So you wanna be a Test Kitchen intern.... Meet Kat Nitsou
It seems just a week ago we were double-checking the crispness of a Peking duck recipe, but right now we're all about dessert. We're testing a bread pudding with whiskey sauce (four batches so far), five different flavors of Italian gelato, and six -- count 'em -- different popsicle flavors. It's enough to give give you a major case of sugar shock. (With a smile, of course.)
And it's just another day in the Test Kitchen.
In addition to our full-time staff, we host interns from culinary schools all over the United States, including international students. These students receive hands-on training as they learn the finer points of recipe testing and development (reading a recipe, wording, problem solving, adapting for the home kitchen and testing for consistent results). The students also learn tips for food styling and interact with chefs, writers and food professionals of all kinds.
And as much as they may learn from us, we also learn a lot from them. Hailing from various regions and with diverse ethnic backgrounds, our interns bring unique perspectives and passions to our kitchen, whether it's discussing the secret intricacies of Texas-style "bowl o' red" or sharing a mother's technique for making Chinese bao. What we all share is a deep love of food.
Both Michael and Leo have since returned to the Culinary Institute of America to resume studies, and Tara has gone to gain more experience in the kitchens of New York City.
Here, I introduce Kat Nitsou, on loan from the Le Cordon Bleu College of Culinary Arts in Los Angeles (Hollywood Campus). -- Noelle Carter
I don't know too many people who don't like food -- like to cook it, like to eat it, like to look at pictures of it, like to talk about it, like to brag about it and even like to complain about it. Come to think of it, everyone I know likes food.
However, today in the Test Kitchen we aren't testing "real" food per se...
...we are testing sweet frozen treats on a stick -- various interpretations of one of summer's quintessential delightful treasures, the popsicle. Instantly taken back to my childhood, I'm perched on a bicycle, the wind rushing past me as I race against my sister to our local mini-mart, only to reach our tiny hands into the deep freezer to pull out frozen fudge-flavored skim milk. But the ones we’re testing this week are nothing like that. These delicious creations are made with unexpected ingredients.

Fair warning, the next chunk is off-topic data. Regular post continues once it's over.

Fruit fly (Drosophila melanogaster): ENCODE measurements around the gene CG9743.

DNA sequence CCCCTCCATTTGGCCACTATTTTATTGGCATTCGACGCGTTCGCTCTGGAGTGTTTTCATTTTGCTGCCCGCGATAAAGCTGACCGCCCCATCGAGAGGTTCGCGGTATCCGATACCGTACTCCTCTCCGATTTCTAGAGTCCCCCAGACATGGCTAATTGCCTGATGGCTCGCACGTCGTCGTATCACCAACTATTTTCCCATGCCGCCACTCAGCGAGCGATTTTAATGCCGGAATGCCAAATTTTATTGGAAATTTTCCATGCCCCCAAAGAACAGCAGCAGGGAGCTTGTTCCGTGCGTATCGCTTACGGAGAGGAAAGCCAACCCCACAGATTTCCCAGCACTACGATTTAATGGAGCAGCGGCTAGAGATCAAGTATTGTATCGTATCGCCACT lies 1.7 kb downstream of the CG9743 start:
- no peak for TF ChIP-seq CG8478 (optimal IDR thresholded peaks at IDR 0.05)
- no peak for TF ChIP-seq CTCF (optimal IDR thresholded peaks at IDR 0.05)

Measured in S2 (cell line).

Hey, I'm Kat, and I'm consumed with food. Canadian, born of Macedonian parents, I come from a very big family where food is the artery. My love of cooking began probably around the time of those popsicle days.
Five years ago, I moved to Los Angeles for love ... and to finish my business degree. When graduation finally approached, I found myself lacking the enthusiasm to begin a career in business. I learned that being good at something is very different than being passionate about doing it. Cooking was something that I always loved doing, I just never thought I could make it a profession until I was at a crossroads where a career decision needed to be made. I enrolled in culinary school to try to turn my passion into my profession.
And now I'm fulfilling my externship as the final component of my degree, which is why I'm at the L.A. Times Test Kitchen. Here, it's all about respect of the recipe. We test recipes (sometimes over and over again) to make them user-friendly for the home cook. In this environment, EXACT is the name of the game, and the results need to be consistent.
It's an amazing experience, learning and practicing the precision of food and its re-creation. I kind of feel like Alice, crawling through a tiny door into an unpredictable wonderland where the unknown and unexpected can pop out of anywhere. Noelle may walk into the Test Kitchen at any given moment with a stack of new recipes, and we have no idea what to expect.
Take a recipe for fruit focaccia we just finished testing last week. These small individual breads are on the sweeter side, dotted with bright summer berries and savory rosemary for a simple but wonderful explosion of flavor. Little did we know we would have to test the recipe eight times before we got it right. We had to adjust for oven temperature, proofing times, size, baking times and even ingredients and ratios. (We converted from the more professionally used fresh yeast to active-dry, which can be found at regular grocery stores.)
Aside from completing my degree through Le Cordon Bleu, I have my own website, and I am currently working on two cookbooks that I actually started for fun during my last year of business school. My training, both in culinary school and here at The Times, has improved my knowledge and perception of food.
But as much as I enjoy being in the Test Kitchen, it is at home in my circa-1950s kitchen where the true mad scientist really comes out. Where I can be creative and let my passion flourish. I cook because I love it; I push myself because I know I will always have more to learn. I have learned how important it is to control ingredients to achieve a desired effect, but at home I like to let the ingredients control me.
-- Kat Nitsou
Photo, from left: Noelle Carter, Kat Nitsou, Joe Moon and Mary Pat Kuppig. Credit: Kirk McKoy / Los Angeles Times